You can add mutual fund manager John Hussman, president of Hussman Investment Trust, to the list of those who think stocks are forming a bubble similar to the last two market peaks.
"Our concerns at present mirror those that we expressed at the 2000 and 2007 peaks, as we again observe an overvalued, overbought, over-bullish extreme," he writes in his weekly commentary.
The S&P 500's trailing price-earnings ratio stood at 19.4 Friday, far exceeding its long-term average of 15.5, according to Birinyi Associates.
This scenario "is now coupled with a clear deterioration in market internals, a widening of credit spreads, and a breakdown in our measures of trend uniformity," Hussman says.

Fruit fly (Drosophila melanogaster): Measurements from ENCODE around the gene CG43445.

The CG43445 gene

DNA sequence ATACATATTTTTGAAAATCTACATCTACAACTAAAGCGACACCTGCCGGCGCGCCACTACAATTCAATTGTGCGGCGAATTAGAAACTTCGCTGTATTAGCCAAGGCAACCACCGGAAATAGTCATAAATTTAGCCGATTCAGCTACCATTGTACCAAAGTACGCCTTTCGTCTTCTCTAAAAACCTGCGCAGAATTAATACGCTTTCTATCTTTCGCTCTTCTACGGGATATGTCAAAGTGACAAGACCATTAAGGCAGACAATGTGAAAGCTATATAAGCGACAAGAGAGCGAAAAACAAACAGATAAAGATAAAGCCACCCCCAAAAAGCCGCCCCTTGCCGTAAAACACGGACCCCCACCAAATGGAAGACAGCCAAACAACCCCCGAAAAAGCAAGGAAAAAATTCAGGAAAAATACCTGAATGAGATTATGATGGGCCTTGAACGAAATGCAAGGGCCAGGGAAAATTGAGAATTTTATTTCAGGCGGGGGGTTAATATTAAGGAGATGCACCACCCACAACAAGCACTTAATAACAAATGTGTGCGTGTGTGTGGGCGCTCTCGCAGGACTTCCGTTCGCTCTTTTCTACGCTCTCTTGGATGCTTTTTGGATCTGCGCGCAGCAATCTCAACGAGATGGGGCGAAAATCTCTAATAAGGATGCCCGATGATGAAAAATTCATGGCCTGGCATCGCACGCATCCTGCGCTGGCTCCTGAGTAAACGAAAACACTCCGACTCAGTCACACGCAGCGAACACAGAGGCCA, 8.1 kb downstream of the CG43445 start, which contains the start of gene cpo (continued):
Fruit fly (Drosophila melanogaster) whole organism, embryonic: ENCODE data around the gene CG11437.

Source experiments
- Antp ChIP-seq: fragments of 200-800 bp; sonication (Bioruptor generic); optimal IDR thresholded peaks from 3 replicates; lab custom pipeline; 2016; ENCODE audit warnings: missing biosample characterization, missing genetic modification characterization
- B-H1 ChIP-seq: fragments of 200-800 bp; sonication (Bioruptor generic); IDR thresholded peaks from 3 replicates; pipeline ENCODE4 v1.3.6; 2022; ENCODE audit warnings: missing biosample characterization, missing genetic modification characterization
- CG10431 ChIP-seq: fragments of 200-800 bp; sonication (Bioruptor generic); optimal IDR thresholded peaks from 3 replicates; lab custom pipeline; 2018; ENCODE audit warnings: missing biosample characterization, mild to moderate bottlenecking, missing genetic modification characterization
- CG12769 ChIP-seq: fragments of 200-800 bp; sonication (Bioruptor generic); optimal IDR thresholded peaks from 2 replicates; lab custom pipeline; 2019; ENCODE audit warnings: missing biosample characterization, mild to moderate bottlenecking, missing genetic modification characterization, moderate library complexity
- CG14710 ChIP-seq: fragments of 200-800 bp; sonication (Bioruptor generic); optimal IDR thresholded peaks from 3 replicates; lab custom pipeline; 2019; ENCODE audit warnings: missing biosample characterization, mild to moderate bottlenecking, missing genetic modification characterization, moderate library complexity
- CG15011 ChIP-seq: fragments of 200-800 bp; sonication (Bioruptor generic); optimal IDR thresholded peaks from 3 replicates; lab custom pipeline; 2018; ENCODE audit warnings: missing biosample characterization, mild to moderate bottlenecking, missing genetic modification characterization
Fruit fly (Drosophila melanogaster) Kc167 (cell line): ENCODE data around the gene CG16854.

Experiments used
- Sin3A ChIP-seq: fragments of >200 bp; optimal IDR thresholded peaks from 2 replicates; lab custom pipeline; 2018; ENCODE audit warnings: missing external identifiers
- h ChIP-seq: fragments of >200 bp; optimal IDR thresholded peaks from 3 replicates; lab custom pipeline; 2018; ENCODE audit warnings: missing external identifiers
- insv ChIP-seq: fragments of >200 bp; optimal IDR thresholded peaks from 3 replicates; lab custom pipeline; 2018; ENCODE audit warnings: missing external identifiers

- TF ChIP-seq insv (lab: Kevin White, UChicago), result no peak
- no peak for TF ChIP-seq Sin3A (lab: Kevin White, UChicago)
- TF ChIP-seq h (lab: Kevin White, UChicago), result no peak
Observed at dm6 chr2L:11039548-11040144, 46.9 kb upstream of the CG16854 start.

Many investors think they will be able to get out of the market in time before it stumbles. "But history teaches that the market doesn’t offer executable opportunities for an entire speculative crowd to exit with paper profits intact," he explains.
"Hence what we call the Exit Rule for Bubbles: you only get out if you panic before everyone else does."
Bottom line: "We currently observe the ingredients of a market crash," Hussman writes.
Though the S&P 500 has nearly tripled from its March 2009 low, MarketWatch columnist Jeff Reeves doesn't think it will crash.
He offers several reasons why:
- The economy is strong.
- Skepticism is more prevalent than irrational exuberance in the market.
- "Valuations are fair," Reeves writes. The S&P 500's forward price-earnings ratio stood at 16.85 Friday, significantly below its 15-year average, according to FactSet.
- Interest-rate hikes by the Federal Reserve almost always have been accompanied by rising stock prices since 1960.
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